Illustration for article titled How Museums Preserve and Display Tattoos on Human Skin

Welcome to this week’s Reading List, Gizmodo’s weekly roundup of great tech stories from around the Internet. In this week’s edition, we explore the ethics and science of displaying tattoos after their wearers are dead, join a bloody Renaissance sport on the streets of Florence, and relax with architecture-inspired puzzles.

  • A handful of museums around the world maintain collections of preserved, tattooed human skin, but most aren’t open to the public, and some aren’t sure exactly where the skins in their older collections came from. Today, however, some willing donors are signing up to save their body art — and the skin it’s inked on — for posterity. [Vice]
  • The brutal sport of calcio storico has thrilled crowds in Florence since the Renaissance. The game has few rules, and “hurt rival players so badly that they must leave the field” is considered a valid strategy. Oh, and it’s played in period costume, by unpaid volunteers. [New York Times]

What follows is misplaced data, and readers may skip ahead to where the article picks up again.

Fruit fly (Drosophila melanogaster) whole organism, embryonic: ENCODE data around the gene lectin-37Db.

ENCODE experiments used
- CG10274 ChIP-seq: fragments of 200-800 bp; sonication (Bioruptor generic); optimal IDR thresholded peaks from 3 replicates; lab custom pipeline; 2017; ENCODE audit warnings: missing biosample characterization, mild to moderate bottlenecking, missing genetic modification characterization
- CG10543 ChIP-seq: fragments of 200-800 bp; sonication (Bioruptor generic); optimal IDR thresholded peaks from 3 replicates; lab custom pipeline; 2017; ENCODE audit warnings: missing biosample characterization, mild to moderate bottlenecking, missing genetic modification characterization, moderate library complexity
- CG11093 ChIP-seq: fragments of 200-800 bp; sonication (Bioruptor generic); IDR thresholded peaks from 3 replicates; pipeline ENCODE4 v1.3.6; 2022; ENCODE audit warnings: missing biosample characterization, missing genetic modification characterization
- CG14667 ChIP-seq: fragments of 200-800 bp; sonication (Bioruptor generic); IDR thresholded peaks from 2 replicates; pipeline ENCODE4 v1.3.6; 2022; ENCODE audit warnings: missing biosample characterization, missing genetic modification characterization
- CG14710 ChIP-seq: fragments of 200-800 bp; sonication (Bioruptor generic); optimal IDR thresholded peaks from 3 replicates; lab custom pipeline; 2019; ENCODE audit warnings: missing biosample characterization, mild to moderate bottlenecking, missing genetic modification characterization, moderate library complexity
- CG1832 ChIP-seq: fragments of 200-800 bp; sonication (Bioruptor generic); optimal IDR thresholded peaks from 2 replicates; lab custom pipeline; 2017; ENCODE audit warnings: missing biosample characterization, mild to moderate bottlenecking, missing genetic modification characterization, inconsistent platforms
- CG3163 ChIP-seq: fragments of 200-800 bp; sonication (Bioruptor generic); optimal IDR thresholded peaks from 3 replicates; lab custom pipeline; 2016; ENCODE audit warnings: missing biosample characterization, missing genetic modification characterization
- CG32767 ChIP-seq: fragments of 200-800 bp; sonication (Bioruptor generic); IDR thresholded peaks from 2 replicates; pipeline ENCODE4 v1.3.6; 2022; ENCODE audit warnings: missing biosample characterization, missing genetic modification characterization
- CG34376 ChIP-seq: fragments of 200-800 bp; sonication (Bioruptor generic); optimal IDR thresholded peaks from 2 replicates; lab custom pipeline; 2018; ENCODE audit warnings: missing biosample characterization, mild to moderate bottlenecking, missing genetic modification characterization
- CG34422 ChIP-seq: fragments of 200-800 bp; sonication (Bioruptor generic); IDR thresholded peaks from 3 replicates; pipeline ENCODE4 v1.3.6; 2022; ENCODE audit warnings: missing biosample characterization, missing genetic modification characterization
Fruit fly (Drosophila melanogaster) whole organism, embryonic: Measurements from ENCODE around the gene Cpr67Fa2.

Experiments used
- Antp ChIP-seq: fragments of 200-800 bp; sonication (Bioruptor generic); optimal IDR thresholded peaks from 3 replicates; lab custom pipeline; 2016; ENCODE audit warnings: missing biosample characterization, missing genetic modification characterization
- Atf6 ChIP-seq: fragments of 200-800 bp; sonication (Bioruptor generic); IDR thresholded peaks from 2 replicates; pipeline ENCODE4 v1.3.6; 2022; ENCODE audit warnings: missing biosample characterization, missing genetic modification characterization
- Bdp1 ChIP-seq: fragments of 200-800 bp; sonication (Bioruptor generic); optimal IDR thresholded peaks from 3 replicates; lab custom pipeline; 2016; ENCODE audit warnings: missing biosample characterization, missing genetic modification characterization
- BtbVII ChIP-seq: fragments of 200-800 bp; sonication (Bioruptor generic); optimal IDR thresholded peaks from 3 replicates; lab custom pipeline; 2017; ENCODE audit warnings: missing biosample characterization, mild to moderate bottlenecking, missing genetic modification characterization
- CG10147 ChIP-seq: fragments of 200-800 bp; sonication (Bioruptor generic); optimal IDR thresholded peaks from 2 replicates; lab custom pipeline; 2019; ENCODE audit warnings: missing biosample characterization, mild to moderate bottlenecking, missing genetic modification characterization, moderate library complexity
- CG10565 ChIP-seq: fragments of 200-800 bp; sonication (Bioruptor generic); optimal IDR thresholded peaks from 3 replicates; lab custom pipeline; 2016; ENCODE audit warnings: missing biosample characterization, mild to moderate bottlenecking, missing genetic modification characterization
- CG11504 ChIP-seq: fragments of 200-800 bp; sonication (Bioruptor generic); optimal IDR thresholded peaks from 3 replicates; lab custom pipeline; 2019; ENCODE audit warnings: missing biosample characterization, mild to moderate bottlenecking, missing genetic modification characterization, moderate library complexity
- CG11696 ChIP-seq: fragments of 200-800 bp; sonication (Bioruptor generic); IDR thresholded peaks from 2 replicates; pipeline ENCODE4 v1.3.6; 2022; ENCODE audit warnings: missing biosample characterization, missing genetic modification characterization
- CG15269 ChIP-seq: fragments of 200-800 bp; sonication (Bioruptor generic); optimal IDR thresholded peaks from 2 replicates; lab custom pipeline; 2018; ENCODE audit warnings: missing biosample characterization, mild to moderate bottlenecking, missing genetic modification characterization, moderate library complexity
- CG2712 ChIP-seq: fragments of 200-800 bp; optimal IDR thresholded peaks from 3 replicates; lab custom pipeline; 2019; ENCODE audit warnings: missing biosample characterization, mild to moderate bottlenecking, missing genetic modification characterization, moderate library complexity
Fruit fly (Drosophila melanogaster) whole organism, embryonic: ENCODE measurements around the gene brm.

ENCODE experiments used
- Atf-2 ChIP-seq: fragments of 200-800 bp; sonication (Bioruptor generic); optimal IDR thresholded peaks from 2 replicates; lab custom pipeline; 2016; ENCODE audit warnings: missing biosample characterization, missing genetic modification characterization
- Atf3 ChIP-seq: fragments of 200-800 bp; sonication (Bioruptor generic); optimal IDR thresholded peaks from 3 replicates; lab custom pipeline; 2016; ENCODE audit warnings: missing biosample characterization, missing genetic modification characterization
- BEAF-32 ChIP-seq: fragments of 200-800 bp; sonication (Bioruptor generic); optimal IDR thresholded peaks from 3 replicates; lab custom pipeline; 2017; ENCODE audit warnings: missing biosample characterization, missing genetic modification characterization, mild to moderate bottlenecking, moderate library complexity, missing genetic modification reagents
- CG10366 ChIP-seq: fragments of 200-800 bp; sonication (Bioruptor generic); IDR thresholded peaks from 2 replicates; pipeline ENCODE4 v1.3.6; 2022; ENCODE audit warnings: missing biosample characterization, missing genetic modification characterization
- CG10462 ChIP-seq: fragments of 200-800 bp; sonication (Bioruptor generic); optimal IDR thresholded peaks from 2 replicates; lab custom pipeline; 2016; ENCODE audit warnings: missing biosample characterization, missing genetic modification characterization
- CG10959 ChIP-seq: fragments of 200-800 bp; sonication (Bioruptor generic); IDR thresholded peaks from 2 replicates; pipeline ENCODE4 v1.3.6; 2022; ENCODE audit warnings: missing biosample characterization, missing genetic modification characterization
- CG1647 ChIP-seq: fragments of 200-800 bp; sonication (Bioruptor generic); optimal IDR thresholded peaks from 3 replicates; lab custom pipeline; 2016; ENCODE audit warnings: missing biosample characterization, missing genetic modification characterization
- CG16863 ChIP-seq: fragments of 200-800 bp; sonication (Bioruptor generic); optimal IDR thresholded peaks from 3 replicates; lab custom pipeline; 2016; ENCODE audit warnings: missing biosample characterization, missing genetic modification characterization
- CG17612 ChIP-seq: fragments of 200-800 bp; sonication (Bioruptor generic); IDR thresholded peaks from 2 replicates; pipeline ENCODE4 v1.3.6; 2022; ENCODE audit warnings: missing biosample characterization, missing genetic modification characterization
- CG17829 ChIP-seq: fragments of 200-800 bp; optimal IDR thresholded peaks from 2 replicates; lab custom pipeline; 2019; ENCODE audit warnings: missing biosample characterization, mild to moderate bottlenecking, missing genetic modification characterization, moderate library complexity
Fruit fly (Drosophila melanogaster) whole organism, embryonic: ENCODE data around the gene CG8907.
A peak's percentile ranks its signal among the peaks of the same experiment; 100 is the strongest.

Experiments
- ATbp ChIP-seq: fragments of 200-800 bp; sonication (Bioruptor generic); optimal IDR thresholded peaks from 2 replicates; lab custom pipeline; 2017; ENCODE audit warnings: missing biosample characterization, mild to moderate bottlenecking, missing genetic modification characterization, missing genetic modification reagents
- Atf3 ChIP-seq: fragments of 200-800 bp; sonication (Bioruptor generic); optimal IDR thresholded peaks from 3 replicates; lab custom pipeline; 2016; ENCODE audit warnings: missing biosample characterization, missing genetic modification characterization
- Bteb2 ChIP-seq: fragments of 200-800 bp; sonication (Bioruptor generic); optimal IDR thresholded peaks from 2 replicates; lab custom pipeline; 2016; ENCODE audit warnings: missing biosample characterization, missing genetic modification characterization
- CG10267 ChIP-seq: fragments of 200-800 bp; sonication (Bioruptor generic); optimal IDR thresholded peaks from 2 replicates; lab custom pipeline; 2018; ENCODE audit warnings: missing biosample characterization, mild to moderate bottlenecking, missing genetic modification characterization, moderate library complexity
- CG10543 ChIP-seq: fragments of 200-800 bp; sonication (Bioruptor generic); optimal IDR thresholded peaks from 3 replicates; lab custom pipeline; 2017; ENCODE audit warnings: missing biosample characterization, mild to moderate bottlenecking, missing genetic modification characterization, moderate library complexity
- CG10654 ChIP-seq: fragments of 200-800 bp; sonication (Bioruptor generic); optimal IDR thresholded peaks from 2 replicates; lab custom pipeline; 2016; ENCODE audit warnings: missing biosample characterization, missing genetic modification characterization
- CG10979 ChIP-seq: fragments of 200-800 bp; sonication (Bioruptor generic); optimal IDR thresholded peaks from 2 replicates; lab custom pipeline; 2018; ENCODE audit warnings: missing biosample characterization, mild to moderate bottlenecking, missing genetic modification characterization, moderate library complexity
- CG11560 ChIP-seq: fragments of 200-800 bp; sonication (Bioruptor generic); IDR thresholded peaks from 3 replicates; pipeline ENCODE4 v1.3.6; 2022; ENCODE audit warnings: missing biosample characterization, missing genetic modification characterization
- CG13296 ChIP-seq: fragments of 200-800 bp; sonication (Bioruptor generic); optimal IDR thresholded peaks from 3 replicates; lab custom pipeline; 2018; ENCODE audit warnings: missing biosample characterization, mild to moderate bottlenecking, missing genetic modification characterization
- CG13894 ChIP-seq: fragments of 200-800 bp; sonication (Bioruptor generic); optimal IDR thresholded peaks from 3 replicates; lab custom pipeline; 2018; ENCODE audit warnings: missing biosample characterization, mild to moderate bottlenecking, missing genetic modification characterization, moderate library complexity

• The first test patterns for color TV were real, live models, who helped calibrate - and promote - the earliest color television technology during the 1940s and 1950s. Their careers ended in obscurity, but their work contributed to decades of camera technologies with racial bias built in. [The Atlantic]
  • With virtual friendships and gifts of books and chocolate, ISIS recruiters converted a lonely young Sunday school teacher to radical Islam. She was on the brink of travelling to Turkey — with her 11-year-old brother in tow — to marry a man twice her age when her grandparents intervened. [New York Times]
  • Monument Valley is a puzzle-solving app in which players navigate strange floating structures, but its simple gameplay and clean look draw inspiration from real-world architecture. [Curbed]

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Top image: Wikimedia Commons

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